Voeller, K. (2004) Attention deficit hyperactivity disorder (ADHD). Journal of Child Neurol-
ogy, 19(10), 798814.
Vreeman, R. C., and Carroll, A. E. (2007). A systematic review of school-based interventions
to prevent bullying. Archives of Pediatric & Adolescent Medicine, pp. 16178 and 88.
Waber, D., Gerber, E., Turcios, V., and Wagner, E. R. (2006). Executive functions and
performance on high-stakes testing in children from urban schools. Developmental Neu-
ropsychology, 29(3), 459477.
Walcott, C. M., and Landau, S. (2004). The relation between disinhibition and emotion
regulation in boys with Attention Deficit Hyperactivity Disorder. Journal of Clinical
Child & Adolescent Psychology, 33(4), 772782.
Wall, R. B. (2005). Tai Chi and mindfulness-based stress reduction in a Boston public middle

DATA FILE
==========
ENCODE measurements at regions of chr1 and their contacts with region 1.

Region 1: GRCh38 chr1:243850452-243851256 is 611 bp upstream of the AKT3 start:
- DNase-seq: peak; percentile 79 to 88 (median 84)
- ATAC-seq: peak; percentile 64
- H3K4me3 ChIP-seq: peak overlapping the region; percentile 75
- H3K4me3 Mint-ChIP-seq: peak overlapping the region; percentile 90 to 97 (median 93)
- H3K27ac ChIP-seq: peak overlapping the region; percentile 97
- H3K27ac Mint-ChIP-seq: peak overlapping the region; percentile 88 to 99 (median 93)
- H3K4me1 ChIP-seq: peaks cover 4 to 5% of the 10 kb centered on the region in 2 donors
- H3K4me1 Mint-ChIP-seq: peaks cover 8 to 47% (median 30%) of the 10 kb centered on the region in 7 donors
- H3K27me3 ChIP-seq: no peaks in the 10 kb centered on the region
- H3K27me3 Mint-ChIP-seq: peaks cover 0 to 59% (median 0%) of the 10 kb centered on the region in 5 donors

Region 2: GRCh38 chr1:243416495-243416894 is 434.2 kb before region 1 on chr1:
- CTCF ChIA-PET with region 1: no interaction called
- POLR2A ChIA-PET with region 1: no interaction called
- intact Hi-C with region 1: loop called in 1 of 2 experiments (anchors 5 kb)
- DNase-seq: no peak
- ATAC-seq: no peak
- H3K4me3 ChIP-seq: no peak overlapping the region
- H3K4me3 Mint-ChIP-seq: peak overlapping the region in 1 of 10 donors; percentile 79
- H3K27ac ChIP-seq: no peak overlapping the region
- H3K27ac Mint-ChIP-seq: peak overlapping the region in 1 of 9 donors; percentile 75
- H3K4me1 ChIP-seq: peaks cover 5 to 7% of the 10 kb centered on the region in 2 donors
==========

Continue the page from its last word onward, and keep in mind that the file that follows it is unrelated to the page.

school. Journal of Pediatric Health Care, 19(4), 230237.
Wallace, B. A., and Truelove, J. E. (2006). Monitoring student cognitive-affective processing
through reflection to promote learning in high-anxiety contexts. Journal of Cognitive
Affective Learning, 3(1), 2227.
Waller, E., and Scheidt, C. E. (2006). Somatoform disorders as disorders of affect regulation:
A development perspective. International Review of Psychiatry, 18(1), 1324.
Watt, D. F. (2004). Consciousness, emotional self-regulation and the brain. Journal of Con-
sciousness Studies, 11(9), 7782.
Weber, C. J., and Bizer, G. Y. (2006). The effects of immediate forewarning of test difficulty
on test performance. Journal of General Psychology, 133(3), 277285.
Wegner, D. M. (1992). You cant always think what you want: Problems in the suppression of
unwanted thoughts. Advances in Experimental Social Psychology, 25, 193222.
Wegner, D. M. (1994). White Bears and Other Unwanted Thoughts: Suppression, Obsession,
and the Psychology of Mental Control (pp. 5960 and 9698). New York: Guilford Press.